REALLY Understand Risk To Get the RIGHT Return for Your Money
I have regularly written in my articles about understanding how much risk to take to get the best return for your money. In this article I am going to dig a little deeper and explain why you need to REALLY understand risk to get the best return for your money.
In financial parlance risk takes three forms: tolerance to investment risk, perception of investment risk and necessary investment risk. I shall explain each one in turn below.
Tolerance to investment risk.
This is our psychological feelings about investment risk. In other words how comfortable we are with the value of our investments going up and down on a daily basis. This is largely shaped by our personal experience of investing and our knowledge of investment matters.
You may previously have completed an attitude to risk questionnaire which contained statements about your feelings towards investing and about what actions you would take in various investment scenarios to which you agree or disagree on a defined scale. Your answers to these questions place a number on you; typcially between one and ten or one and seven. The higher the number the greater is your tolerance to investment risk. That is to say, you are comfortable with being exposed to volatile investments which can can rise and fall rapidly on a daily basis. The corollary being, the lower the number the less tolerant you are of such investment volatility and the more comfortable your with lower, more certain, returns.
Where you are placed on the scale determines what a suitable mix of assets would be for your portfolio. At the higher end there will be a mix of UK and overseas shares while at the lower end a portfoio will be dominated by cash and fixed interest securities.
Perception of Investment risk
While your psychological risk profile may suggest your tolerance to investment risk how you FEEL about it may differ. We often speak to clients who are more or less comfortable with risk than the questionnaire results suggest. How we perceive risk is therefore an important consideration.
How we feel about risk will also largely be driven by our experiences but also by our nature. We may be very cautious and see risk as having our money anywhere other than the bank (or perhaps having money in the bank) whereas someone else will see risk as going to the roulette table in a casino and putting all of their chips on red or black. Neither is right or wrong per se (though I’m not saying gambling is a prudent financial planning strategy) it is simply how we perceive the potential for loss and what it means to us.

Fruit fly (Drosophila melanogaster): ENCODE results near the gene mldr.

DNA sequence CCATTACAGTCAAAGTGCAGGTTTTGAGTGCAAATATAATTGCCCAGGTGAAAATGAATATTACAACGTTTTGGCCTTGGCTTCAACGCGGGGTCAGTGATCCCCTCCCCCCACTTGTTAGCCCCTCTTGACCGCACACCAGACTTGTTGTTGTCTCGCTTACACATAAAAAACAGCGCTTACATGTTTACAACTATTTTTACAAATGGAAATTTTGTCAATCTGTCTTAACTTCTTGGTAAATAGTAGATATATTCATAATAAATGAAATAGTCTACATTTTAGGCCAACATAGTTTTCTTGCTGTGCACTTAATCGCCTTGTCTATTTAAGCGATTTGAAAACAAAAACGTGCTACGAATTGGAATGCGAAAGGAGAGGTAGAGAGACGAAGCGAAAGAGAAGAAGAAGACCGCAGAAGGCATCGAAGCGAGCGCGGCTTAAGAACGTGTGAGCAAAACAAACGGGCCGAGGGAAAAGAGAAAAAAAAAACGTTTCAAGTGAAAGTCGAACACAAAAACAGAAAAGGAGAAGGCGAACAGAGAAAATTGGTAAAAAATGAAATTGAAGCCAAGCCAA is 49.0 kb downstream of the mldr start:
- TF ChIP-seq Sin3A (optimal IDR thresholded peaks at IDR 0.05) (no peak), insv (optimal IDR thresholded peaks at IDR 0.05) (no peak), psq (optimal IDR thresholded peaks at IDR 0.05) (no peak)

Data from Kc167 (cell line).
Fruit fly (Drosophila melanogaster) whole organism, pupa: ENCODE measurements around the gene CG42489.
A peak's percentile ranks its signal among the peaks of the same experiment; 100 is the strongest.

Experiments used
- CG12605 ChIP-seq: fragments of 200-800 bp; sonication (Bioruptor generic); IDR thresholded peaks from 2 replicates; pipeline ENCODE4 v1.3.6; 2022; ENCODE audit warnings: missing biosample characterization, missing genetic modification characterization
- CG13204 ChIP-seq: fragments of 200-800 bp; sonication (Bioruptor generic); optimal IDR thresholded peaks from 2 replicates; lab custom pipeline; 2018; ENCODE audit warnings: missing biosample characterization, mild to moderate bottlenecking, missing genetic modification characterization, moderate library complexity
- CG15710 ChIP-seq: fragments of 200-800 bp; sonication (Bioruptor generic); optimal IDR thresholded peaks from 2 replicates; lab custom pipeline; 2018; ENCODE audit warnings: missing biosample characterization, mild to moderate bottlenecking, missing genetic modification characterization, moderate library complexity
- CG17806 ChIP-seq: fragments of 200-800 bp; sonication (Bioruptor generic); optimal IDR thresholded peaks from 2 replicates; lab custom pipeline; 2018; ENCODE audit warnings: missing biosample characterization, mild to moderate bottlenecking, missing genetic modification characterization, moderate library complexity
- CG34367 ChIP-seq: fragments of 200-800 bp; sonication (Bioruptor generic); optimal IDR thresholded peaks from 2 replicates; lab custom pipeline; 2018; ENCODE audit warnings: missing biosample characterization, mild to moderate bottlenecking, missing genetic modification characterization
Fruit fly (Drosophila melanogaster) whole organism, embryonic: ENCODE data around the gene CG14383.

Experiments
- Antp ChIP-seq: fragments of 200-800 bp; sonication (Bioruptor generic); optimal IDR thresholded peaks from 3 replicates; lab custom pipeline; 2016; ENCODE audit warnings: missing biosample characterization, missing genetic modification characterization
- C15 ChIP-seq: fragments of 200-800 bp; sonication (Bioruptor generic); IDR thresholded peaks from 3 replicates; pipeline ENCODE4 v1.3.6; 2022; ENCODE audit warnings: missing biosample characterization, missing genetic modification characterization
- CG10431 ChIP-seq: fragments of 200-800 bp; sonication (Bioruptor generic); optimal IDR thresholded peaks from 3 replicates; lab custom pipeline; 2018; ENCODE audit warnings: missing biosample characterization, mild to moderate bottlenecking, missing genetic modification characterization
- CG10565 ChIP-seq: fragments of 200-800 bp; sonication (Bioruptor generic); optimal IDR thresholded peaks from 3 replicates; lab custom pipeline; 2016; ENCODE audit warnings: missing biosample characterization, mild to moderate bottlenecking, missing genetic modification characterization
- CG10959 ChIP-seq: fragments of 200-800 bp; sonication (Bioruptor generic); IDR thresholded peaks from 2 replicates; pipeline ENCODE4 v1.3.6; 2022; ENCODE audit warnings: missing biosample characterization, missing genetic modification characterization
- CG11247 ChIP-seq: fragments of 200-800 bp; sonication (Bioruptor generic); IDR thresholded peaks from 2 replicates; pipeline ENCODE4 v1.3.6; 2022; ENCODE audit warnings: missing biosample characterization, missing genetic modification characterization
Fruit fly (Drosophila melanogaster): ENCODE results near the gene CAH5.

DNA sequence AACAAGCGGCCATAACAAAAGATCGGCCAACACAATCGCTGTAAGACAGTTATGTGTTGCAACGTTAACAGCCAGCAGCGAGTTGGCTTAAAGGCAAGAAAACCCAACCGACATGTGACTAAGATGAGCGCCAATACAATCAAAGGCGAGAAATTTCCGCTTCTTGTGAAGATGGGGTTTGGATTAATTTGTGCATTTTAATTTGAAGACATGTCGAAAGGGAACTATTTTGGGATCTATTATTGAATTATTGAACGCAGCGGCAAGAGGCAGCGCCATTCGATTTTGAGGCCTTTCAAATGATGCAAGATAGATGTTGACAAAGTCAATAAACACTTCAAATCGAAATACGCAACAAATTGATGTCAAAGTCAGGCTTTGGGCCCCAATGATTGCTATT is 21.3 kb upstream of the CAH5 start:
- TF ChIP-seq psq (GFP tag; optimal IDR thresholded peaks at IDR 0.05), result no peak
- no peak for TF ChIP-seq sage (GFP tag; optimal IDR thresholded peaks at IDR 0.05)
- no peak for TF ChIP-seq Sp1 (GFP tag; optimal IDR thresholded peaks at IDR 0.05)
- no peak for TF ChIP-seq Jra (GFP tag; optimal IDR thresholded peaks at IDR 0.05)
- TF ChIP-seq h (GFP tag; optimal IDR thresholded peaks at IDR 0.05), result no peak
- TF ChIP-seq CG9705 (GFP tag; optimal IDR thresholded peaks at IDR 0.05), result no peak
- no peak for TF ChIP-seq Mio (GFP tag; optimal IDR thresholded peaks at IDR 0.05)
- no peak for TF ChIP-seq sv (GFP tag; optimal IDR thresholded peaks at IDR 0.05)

Necessary Investment Risk
Simply being guided about how we feel about risk is not necessarily the correct route to take. Someone who is cautious and wants to have all their money in the bank may fail to reach their investment goal as much as someone who is willing to invest in risky shares.
In other words there is risk in taking no risk. This is because you may be investing too cautiously and so are giving up the opportunity for greater returns that higher risk share portfolios have demonstrated to provide in the long term and in fact, after tax and inflation, the real value of money invested cautiously is likely to fall.
Conversely, if you are taking a high risk approach to investing, your wealth may be hit by a stock market crash shortly before you intend to enjoy the capital and will therefore have to defer the pleasure while capital values are restored. This was a common occurrence with investors’ pension funds who hoped to retire at the point the Credit Crunch hit world markets.
Investment timeframe is therefore an important factor in determine how much risk really needs to be taken. The longer we have to invest the more risk we can, and should, consider taking and, as we approach retirement (or the end point of our investment goal) we reduce risk that we are exposed to so that we preserve the value of our capital.
So, you will see it is important to fully understand what your risk appetite is before establishing any financial plan. There may have to be some compromise between the time-frame of your plan and the risk that you are willing to be exposed to if the two are juxtaposed. Additionally, as I have said many times in this blog, it is imperative to always review the risk that you are taking with your pension and investment funds.
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